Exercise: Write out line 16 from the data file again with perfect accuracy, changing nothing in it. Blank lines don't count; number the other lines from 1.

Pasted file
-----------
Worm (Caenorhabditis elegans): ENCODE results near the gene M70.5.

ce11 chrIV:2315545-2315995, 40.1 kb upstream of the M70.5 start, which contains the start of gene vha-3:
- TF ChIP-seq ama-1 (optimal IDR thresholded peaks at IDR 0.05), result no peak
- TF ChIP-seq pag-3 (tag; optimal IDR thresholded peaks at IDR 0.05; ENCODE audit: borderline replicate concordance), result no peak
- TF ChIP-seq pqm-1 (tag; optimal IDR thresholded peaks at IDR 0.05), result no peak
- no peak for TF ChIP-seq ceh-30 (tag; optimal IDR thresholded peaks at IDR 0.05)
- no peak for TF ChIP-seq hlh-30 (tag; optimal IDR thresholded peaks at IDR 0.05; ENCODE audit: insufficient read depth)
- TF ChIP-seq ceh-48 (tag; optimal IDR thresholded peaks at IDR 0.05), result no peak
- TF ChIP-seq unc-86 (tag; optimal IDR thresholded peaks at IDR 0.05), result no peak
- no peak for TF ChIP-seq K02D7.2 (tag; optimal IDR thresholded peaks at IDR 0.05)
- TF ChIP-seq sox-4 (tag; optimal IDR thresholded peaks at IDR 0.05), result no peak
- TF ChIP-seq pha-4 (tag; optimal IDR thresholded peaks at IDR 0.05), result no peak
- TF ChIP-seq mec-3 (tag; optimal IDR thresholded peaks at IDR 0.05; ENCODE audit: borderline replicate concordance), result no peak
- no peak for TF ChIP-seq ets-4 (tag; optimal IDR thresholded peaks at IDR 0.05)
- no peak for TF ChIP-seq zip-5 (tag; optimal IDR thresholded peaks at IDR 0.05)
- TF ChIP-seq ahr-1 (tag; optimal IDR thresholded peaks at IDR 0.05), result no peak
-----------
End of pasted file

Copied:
- TF ChIP-seq ahr-1 (tag; optimal IDR thresholded peaks at IDR 0.05), result no peak